John Riffe in La Paz. His phone/fax number is 011-52-112-55108,
and people can . Riffe is also a member of Sea Watch, an
organization dedicated to a healthy Sea of Cortez. Their website
Thanks for the info. The Sea Watch website is an excellent one
that all Mexico-bound cruisers should check out. Among other
things, it explains how longliners fish the Revillagigedos, even
though it's a Marine Reserve. Unfortunately, Mexico doesn't have
the resources necessary to effectively patrol their offshore
islands or the Sea of Cortez.
"While in Mexico last year, I met Jerry Lumbard, owner of
the Lagoon 38 cat Beyond Reason," reports Bernard
Slabeck of San Francisco. "I later sailed with him from
Cabo to La Paz, then down to Puerto Vallarta. I just now - after
some flight delays and missed connections - joined him again,
this time in Roatan, Honduras. It blew 25 to 35 knots the first
few days, so we stayed in the marina at what is called the French
Harbor YC. Like a lot of 'yacht clubs' outside of the United
States, it's not a yacht club at all but rather a private hotel,
restaurant, and marina. From what I've seen, it's typical Third
World down here - a mix of local shack life and beautiful beaches.
Of course, I haven't been to the big city or the bigger resorts.
A couple of days ago we went on a scuba dive - what a mind blower!
I had heard that the diving was incredible, and it's no exaggeration.
The guy at the marina dive center said the water was a little
stirred up from all the wind but that it was still "okay".
I figured they would never want to say the diving is bad in order
not to lose any business. But as soon as I entered the water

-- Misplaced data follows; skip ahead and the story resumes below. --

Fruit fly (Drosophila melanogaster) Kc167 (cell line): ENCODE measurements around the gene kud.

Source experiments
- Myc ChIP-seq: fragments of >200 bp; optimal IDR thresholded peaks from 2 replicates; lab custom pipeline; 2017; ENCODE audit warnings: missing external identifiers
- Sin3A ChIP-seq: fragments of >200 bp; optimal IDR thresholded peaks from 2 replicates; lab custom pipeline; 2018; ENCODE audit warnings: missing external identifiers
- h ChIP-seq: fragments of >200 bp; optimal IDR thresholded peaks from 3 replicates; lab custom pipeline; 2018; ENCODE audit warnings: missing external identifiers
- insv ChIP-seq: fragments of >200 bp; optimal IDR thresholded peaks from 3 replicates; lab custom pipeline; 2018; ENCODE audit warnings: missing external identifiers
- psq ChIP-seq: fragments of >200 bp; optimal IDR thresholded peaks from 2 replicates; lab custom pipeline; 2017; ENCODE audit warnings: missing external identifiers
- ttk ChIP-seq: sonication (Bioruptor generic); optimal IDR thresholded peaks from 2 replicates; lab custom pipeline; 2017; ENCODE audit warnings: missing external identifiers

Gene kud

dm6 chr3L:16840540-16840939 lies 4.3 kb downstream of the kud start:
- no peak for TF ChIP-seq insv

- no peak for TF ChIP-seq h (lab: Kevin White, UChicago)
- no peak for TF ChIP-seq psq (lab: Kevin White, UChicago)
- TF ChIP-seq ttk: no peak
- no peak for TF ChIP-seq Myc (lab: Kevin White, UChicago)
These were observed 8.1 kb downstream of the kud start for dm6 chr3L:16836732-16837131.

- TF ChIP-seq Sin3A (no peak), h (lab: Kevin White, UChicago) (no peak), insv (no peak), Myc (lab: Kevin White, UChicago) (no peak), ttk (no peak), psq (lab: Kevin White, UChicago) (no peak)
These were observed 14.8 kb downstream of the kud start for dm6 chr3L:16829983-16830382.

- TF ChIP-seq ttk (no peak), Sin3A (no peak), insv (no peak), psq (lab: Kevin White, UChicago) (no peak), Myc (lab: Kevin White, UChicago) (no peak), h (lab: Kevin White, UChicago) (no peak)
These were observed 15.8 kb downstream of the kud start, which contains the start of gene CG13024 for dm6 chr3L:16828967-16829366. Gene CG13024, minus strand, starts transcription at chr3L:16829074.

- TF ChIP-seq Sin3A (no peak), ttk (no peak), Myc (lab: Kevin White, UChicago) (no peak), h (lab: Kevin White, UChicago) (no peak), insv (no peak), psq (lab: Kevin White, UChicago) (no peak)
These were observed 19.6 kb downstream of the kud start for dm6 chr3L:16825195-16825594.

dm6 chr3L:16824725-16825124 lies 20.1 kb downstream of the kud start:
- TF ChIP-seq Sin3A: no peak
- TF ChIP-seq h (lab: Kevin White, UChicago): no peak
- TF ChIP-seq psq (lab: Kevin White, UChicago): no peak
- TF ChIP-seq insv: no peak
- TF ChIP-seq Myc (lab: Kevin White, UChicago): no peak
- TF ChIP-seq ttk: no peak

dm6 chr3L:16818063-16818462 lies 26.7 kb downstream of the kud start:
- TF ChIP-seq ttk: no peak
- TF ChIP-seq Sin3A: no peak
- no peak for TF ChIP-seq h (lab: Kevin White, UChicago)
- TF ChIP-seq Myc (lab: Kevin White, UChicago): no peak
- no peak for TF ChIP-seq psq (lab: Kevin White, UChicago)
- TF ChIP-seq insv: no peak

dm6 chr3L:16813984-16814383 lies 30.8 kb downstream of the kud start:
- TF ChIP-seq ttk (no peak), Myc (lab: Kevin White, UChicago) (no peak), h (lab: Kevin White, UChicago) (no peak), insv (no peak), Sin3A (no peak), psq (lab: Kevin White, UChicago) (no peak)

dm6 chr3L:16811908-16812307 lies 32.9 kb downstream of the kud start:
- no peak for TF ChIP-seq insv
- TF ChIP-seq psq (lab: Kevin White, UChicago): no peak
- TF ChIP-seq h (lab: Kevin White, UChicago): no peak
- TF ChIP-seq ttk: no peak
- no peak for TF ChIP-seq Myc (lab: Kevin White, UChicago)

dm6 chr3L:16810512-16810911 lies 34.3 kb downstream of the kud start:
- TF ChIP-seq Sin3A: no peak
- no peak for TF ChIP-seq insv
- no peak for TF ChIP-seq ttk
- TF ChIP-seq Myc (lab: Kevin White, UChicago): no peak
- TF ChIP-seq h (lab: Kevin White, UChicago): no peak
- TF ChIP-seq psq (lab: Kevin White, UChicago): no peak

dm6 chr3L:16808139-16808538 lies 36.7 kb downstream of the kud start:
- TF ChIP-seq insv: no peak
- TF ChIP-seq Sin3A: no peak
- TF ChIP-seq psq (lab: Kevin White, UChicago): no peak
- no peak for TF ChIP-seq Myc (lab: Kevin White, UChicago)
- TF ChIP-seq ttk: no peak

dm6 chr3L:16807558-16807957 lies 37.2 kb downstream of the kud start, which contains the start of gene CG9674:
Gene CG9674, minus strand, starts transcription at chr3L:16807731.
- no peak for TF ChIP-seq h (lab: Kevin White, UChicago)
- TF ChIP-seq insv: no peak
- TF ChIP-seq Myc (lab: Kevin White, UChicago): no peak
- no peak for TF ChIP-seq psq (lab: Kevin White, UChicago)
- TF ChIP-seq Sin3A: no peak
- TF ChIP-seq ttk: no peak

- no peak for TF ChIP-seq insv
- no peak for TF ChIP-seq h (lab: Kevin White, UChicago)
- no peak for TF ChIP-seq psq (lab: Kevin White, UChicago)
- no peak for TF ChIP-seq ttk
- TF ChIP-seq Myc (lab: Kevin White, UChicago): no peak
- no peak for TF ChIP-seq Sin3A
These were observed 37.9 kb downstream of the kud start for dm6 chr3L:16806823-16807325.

and experienced 60-foot visibility, I thought 'this is just okay?'
I saw some sponges that were as big as garbage cans! I went 90
feet down a wall - I only wish I had a dive camera. Yesterday
we left the marina for a sail around the lee side of the island.
It was a lovely sail in 15 to 18 knots of wind. We did a little
snorkeling around the boat before sunset, then had stir fry chicken
and veggies for dinner. It's the good life!"
"My husband Ben and I met you and Doña de Mallorca
in Careyes last month," writes Lisa Newton of the Berkeley-based
Cooper 416 Waking Dream. "You took some photos of
us, and some others of Michael and Mary Brooks of the San Francisco-based
Ericson 38 Danseuse de la Mer, as we were all planning
on going to the South Pacific in March. We've had a change in
plans. Waking Dream will be heading into the Sea of Cortez for
the summer season. Come October, we'll be putting the boat up
on the hard in San Carlos or Mazatlan, and will spend the hurricane
season backpacking through coastal Central America, especially
Costa Rica and Peru. In March of 2004, we'll head across the
Pacific for French Polynesia and ultimately New Zealand."
Since you and Ben are on a 10-year cruise, it's smart to take
your time. But may we make a suggestion? July, August, and September
are hotter than Hades in the Sea, and therefore the best time
to be travelling elsewhere. By early October the temperatures
have dropped and it's actually one of the best months in the
Sea. So to our thinking, it would be better to take your vacation
from cruising earlier rather than later. True, October is still
hurricane season, but they are relatively rare in the Sea and
you generally get plenty of warning - particularly if you are
in the upper Sea. No matter what you do, have fun.
Under the heading of great minds think alike . . .
"We met you last month in Careyes with Ben and Lisa on Waking
Dream," write Michael and Mary Brooks of the Ericson
38 Danseuse de la Mer. "Because of insurance problems,
we're going to spend the season in the Sea of Cortez and cross
the Pacific next spring."
"Here's some good news from Mazatlan," report Jan Loomis